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I have an engine and if I want to use the 3d system I always have to pass a pointer to any mesh renderer. If I would make the 3d system static then I just could use them. But the 3d system is big with lots of stuff and resources. I know static fields stay in memory until the end but the graphics system is used all the time. So is it bad for performance to declare the 3d system as a static field in the engine core?

closed as too broad by gnat, Greg Burghardt, 17 of 26, Doc Brown, Jörg W Mittag Nov 16 '18 at 14:25

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Performance-wise, there is not going to be a big difference. However:

  • Prefer explicit interfaces that make their dependencies obvious. So pass your objects around as arguments, even when they were allocated with static storage duration.

  • Avoid static objects because the initialization and destruction of these objects is very complex. For example, the order of initialization may be undefined. I've dealt with lots of hard to reproduce bugs because of this. It could still make sense to have a static unique_ptr<SomeComplexObject> that you assign during application initialization (e.g. in your main()), but that has negligible value over passing a reference around.

  • In extremely performance critical sections you may want to avoid indirection from passing a reference around or from having a global variable that is a pointer. This pointer indirection might also prevent some optimizations. However, these differences will likely only be about cache effects or single-cycle performance differences, so don't think about compromising your design for performance without profiling data to back this decision up.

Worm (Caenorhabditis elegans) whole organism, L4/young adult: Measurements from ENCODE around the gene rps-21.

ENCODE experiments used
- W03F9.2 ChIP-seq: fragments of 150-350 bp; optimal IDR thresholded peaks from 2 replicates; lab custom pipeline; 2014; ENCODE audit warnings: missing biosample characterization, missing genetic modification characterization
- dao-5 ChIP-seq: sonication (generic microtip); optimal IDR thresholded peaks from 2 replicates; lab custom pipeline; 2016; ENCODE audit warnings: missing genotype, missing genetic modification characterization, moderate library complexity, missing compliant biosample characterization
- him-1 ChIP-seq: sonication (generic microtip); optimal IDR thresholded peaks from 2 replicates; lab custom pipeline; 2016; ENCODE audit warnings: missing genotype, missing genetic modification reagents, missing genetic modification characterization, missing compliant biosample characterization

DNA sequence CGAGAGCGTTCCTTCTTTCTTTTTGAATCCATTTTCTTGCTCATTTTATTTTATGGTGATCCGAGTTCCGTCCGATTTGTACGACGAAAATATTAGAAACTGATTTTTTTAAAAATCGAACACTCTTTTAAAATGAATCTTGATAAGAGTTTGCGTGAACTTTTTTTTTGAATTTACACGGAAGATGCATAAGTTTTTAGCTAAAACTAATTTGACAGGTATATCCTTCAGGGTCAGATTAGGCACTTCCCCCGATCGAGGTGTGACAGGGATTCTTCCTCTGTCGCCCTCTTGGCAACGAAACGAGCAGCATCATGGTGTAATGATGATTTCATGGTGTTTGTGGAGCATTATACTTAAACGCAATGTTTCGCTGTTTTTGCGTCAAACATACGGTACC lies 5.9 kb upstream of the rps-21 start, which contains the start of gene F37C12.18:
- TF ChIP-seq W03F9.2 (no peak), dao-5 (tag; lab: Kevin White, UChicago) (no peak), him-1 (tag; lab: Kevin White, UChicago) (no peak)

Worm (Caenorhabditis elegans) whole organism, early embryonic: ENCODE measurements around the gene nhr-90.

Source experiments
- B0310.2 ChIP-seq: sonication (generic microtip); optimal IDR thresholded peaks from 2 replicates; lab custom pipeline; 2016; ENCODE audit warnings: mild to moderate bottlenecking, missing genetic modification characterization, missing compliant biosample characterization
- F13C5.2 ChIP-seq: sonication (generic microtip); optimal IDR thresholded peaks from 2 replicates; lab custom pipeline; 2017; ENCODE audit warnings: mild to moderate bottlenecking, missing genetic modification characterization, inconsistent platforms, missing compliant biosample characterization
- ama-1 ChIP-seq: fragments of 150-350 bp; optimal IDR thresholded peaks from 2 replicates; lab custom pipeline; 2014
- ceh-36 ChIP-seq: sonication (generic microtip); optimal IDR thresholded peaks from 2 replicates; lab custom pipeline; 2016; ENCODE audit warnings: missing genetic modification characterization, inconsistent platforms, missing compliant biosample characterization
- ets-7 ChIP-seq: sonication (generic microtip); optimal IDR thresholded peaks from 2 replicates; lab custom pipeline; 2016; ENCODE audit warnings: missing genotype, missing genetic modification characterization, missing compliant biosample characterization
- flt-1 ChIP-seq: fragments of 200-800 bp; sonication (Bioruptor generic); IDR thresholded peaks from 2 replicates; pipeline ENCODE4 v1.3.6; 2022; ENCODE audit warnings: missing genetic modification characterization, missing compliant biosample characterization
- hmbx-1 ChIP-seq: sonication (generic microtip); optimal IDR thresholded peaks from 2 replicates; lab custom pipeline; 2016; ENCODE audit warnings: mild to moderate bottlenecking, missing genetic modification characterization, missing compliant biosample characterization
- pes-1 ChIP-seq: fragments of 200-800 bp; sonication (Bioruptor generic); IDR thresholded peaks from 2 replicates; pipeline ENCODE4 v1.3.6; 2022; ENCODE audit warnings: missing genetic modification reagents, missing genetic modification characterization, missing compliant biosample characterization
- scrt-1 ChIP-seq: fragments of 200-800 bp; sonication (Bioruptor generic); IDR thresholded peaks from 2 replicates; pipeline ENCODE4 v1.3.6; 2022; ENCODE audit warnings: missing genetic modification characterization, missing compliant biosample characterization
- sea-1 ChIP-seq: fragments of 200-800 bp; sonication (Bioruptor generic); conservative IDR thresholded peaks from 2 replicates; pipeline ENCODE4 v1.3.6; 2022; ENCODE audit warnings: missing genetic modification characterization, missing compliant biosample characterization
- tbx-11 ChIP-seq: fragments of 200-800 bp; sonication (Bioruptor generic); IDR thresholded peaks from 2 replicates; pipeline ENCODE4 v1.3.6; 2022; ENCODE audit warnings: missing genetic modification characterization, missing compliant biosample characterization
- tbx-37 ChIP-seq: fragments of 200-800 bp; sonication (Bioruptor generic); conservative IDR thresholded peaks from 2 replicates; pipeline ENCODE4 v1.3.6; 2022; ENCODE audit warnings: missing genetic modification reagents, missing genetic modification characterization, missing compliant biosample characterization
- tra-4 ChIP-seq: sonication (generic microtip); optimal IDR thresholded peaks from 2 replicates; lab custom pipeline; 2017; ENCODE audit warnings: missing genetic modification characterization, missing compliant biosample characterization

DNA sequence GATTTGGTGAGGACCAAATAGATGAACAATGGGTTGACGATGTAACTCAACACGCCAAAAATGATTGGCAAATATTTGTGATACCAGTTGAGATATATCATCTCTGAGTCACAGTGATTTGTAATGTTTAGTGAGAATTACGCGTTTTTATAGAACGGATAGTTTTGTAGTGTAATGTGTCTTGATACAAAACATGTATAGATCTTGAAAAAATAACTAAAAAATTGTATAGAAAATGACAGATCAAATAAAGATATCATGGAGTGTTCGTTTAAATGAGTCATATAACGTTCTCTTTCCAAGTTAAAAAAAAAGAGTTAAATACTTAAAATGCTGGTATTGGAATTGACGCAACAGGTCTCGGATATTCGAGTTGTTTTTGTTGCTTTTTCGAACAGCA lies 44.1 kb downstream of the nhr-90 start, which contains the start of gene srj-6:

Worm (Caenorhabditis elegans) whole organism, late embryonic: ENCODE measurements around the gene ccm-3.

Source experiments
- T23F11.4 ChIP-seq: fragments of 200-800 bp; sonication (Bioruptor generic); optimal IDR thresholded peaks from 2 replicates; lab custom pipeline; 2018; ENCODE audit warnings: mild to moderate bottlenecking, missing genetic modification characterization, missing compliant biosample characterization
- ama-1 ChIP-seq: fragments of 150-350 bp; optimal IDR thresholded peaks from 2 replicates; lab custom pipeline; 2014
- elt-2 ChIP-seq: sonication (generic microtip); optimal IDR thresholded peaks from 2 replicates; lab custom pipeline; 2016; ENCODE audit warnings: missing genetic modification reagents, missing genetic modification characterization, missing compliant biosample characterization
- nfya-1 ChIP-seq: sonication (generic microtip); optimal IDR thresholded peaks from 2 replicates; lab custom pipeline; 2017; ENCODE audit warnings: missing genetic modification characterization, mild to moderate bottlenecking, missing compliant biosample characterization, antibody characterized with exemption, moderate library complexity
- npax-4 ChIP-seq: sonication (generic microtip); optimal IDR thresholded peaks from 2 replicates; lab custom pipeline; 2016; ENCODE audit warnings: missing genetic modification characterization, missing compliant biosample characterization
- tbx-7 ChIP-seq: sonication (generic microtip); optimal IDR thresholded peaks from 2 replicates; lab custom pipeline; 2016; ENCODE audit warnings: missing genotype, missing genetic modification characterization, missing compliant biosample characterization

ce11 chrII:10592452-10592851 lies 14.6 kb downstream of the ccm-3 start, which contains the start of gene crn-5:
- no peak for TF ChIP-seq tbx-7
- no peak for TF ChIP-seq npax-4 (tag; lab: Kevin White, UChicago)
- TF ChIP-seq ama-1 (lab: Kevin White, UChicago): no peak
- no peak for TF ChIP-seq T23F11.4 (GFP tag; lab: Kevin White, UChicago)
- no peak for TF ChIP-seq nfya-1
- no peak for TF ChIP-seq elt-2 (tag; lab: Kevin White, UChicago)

Thinking more about this, I would expect the biggest difference to be the overhead from passing an extra argument to many functions. This could cause a calling convention to write arguments to the stack instead of only using registers. But if you want to avoid that, writing inlineable code will be more helpful than choosing a problematic design.

In most cases, choosing a sensible design is more important than going after micro-optimizations like this. The biggest performance wins usually come from avoiding work entirely, and not from doing the same work faster. A clean design will make it easier for you to spot opportunities to avoid unnecessary work, whereas such changes might be very difficult in highly “optimized” code. Making dependencies explicit tends to be part of a clean design.

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